We bring you some predictions of what might be in 2024, in the first-ever edition of the Energy-Storage.news Premium Friday Briefing.
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Friday Briefing will be a feature in the Editor’s Blogs section of our site only available to you, our Premium subscribers. While upcoming editions will be a sideways look, snap analysis and perhaps even industry gossip focused on chosen topics from recent coverage, for today, we’ve decided to take on the thankless task of sharing some hunches and hot take second-guesses.
Increasingly, the energy storage industry is itself becoming more adept at predicting the future. No, we’re not talking about the brilliant experts and executives whose words many of us take very seriously when it comes to their sometimes eerily accurate field of vision into the industry’s future.
And we’re not talking either about the technology roadmaps that carefully plot pathways forwards. No, it’s the rise of AI-based trading that best exemplifies how energy storage, the most complex and flexible of energy assets, is an industry based on forecasting.
Well, our editorial team doesn’t have an algorithm for predicting the future and we don’t claim to have psychic powers either.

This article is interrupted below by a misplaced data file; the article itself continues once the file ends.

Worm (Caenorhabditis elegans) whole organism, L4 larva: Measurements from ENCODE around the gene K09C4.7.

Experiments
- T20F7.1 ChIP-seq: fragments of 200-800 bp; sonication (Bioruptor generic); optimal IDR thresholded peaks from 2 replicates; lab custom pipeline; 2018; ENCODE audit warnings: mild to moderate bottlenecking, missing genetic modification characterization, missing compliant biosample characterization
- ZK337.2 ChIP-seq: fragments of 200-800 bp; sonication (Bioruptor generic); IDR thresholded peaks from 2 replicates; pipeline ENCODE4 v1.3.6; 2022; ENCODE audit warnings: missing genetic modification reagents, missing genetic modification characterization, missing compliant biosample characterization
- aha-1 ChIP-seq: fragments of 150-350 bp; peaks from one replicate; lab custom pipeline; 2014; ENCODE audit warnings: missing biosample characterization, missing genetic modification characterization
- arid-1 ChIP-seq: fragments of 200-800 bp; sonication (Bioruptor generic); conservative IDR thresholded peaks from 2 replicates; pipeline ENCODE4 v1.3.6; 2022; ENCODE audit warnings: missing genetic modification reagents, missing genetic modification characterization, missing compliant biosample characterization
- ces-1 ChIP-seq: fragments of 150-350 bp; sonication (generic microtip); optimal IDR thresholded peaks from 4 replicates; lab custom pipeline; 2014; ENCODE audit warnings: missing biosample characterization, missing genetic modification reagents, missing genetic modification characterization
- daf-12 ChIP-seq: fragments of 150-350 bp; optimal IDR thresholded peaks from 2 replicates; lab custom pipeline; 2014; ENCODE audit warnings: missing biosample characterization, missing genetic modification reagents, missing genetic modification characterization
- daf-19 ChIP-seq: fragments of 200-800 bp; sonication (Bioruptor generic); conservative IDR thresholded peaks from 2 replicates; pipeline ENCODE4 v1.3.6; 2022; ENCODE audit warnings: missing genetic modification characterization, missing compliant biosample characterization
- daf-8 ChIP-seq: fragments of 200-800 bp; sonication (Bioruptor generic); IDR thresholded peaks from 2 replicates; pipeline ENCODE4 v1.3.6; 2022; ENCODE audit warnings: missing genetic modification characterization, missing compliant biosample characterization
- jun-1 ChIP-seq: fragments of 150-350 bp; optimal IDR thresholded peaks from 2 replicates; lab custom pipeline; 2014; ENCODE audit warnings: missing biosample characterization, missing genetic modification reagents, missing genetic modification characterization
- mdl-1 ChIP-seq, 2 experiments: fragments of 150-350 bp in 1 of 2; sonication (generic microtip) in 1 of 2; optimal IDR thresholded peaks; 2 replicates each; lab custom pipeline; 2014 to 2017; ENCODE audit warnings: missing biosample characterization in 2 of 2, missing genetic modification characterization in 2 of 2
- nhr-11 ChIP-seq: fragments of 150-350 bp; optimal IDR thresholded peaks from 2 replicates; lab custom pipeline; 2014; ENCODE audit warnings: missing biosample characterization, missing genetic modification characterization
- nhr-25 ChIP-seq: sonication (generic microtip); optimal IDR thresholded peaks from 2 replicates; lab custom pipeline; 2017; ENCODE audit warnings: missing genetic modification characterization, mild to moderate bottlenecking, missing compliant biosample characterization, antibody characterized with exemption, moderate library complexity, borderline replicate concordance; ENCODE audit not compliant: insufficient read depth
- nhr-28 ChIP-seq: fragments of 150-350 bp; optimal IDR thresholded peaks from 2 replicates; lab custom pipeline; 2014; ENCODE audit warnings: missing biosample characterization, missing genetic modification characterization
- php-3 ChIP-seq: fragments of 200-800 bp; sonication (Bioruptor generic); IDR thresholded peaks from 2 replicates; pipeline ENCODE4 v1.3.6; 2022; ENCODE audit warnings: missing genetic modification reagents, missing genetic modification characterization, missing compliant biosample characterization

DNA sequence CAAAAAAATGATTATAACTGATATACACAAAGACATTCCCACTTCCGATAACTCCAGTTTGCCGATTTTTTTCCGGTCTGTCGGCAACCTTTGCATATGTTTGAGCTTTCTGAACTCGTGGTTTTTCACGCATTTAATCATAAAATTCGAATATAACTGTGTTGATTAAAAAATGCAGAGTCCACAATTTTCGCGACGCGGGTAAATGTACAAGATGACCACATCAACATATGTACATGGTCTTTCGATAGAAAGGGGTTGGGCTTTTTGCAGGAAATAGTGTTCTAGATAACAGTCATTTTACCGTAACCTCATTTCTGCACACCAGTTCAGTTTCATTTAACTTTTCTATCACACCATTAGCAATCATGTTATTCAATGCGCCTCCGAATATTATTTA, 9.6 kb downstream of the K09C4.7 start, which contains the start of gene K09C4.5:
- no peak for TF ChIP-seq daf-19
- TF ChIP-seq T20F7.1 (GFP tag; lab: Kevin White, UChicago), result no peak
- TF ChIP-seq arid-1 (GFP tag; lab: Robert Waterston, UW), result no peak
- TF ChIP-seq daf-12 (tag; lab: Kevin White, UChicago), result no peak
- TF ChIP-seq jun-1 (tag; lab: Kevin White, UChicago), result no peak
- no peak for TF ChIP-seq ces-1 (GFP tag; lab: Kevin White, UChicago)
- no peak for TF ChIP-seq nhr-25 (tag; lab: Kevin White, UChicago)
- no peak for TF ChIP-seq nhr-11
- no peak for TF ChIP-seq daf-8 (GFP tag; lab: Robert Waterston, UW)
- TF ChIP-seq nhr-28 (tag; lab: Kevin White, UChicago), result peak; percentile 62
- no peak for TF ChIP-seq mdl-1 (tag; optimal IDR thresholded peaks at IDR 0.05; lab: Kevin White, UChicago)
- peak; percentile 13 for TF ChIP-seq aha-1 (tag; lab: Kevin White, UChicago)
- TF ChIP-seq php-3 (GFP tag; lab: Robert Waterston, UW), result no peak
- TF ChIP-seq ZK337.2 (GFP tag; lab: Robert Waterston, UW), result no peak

What we do have is years of our daily coverage to look back on. But more importantly, our contacts, sources and friends within the industry are indeed the brilliant ones, who provide the real-world context, knowledge – and indeed sometimes also gossip – that help us all to see what’s possible.
Can Europe catch up?
Well, it’s cowardly of us to start a set of predictions with a question, but it’s a question that will define much of the coming year’s activity in Europe.
From being on a relatively even footing in the energy transition race with the US, the last two to three years have seen Europe first slip behind and then stumble exactly as the US transition became turbocharged by the Inflation Reduction Act, Bipartisan Infrastructure Law, and other policy and economic dynamics.
In fact, prior to the IRA’s passing, Europe’s map of around 30 planned battery gigafactories looked like it would catapult the continent into a lead, at least on manufacturing. As we reported throughout the year, the US is now a much more attractive investment destination than its Transatlantic friends (and rivals) for gigafactories.
So, from a cowardly question to a relatively safe prediction: this year will see the European Union (EU) step up legislative efforts to create its own attractive investment landscape, through the Net Zero Industrial Plan which is the bloc’s reply.